Middle East urban farming has caught on in Egypt, where urban agriculture as a movement is now taking place. This also holds true for another highly dense population location, Gaza, where rooftop hydroponic farms are helping to sustain urban Gazans.
In the USA, the viability of urban farming to provide healthy organic vegetables to communities where such produce is not easy accessible received a big boost recently when a 40 something former financial services person, Robin Emmons, was nominated by CNN. She received its Hero of the Year award for her role in growing and providing fresh vegetable produce to urban communities that otherwise would not have adequate availability to a healthy alternative to their present life styles.
After working for 20 years in the financial markets, Emmons decided to embark on her urban farming idea after see how people in institutions, her brother included, were fed very unhealthy diets high in carbohydrates and sugars.
Home gardening had always been a hobby for Robin, who grew up in Boston but later relocated to North Carolina where she has lived more than 20 years. She decided to change her career goals to one of growing healthy, organic fruit and vegetables and make them available for people who did not have easy access to such produce and often lived on diets of fast and processed foods.
She began doing this by donating vegetables from her own organic garden to the institution where her brother was living.
Founded in 2008, Emmons called her newly created farming entity “Sow Much Good”. She began concentrating on residents living in Macklenburg County, North Carolina, where as many as 73,000 people were living in what Emmons referred to as “urban food deserts” without affordable or easily accessible fresh produce.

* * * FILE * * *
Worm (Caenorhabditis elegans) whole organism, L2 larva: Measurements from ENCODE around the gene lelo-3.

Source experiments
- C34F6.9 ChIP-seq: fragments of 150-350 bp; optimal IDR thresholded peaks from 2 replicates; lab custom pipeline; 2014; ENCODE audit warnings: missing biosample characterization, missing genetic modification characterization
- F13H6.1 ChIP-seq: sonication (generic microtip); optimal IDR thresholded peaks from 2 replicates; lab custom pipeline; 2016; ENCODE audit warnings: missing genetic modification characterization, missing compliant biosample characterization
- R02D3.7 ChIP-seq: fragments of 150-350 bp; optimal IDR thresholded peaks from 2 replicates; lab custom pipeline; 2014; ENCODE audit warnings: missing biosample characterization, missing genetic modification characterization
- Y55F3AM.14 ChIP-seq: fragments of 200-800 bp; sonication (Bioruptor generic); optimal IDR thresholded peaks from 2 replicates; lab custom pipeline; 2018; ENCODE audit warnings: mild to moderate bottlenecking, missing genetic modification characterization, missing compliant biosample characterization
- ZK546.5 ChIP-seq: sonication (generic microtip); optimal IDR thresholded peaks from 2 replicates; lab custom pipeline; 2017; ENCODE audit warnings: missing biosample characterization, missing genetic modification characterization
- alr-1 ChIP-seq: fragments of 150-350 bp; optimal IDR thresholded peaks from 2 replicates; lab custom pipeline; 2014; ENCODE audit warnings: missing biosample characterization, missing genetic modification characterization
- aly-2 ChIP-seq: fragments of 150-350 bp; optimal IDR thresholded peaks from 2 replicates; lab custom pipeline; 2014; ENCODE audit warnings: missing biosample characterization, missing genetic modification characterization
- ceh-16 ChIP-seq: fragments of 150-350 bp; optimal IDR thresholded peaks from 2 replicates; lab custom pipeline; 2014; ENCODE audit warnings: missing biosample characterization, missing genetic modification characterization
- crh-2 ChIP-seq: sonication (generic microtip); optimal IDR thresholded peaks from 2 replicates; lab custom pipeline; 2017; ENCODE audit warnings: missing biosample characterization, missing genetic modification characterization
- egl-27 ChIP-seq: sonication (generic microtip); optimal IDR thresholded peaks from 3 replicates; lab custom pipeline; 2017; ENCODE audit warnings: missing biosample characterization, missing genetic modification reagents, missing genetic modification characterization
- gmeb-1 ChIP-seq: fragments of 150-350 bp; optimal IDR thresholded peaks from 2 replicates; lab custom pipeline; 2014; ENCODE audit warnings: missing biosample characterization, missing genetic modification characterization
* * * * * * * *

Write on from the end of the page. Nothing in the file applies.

Since then, her foundation has grown to providing produce to a much larger area, including the city of Charlotte N.C., where an urban farm features seasonal produce such as corn, peppers, squash, cucumbers, collards, eggplant and more.
Beehives on the site help with pollination of what Emmons refers to as “beautiful chemical free produce”; and this provides people with high grade raw honey as well..
Sow Much Good produce, in addition to being delivered to various locations is also available at area stores and roadside produce stands. The NGO also provides education and guidance to people wanting to plant their own urban gardens and grow their own fruit and vegetables.
The virtues of eating healthier diets is also being taught by members of Emmon’s foundation and is being written about in their blog. All of these efforts make it clear why CNN picked up Robin Emmons and Sow Much Good for designation as one of 10 CNN Heros of the year 2013.
Based on the success of this urban farming venture, it’s easy to see that urban food deserts in Middle Eastern locations like Cairo Egypt, Palestinian Gaza; and other densely populated areas can be made more sustainable through roof top farms and other types of urban agriculture.
More articles on urban agriculture in the Middle East:
Photos of Robin Emmons and her farming project by Sow Much Good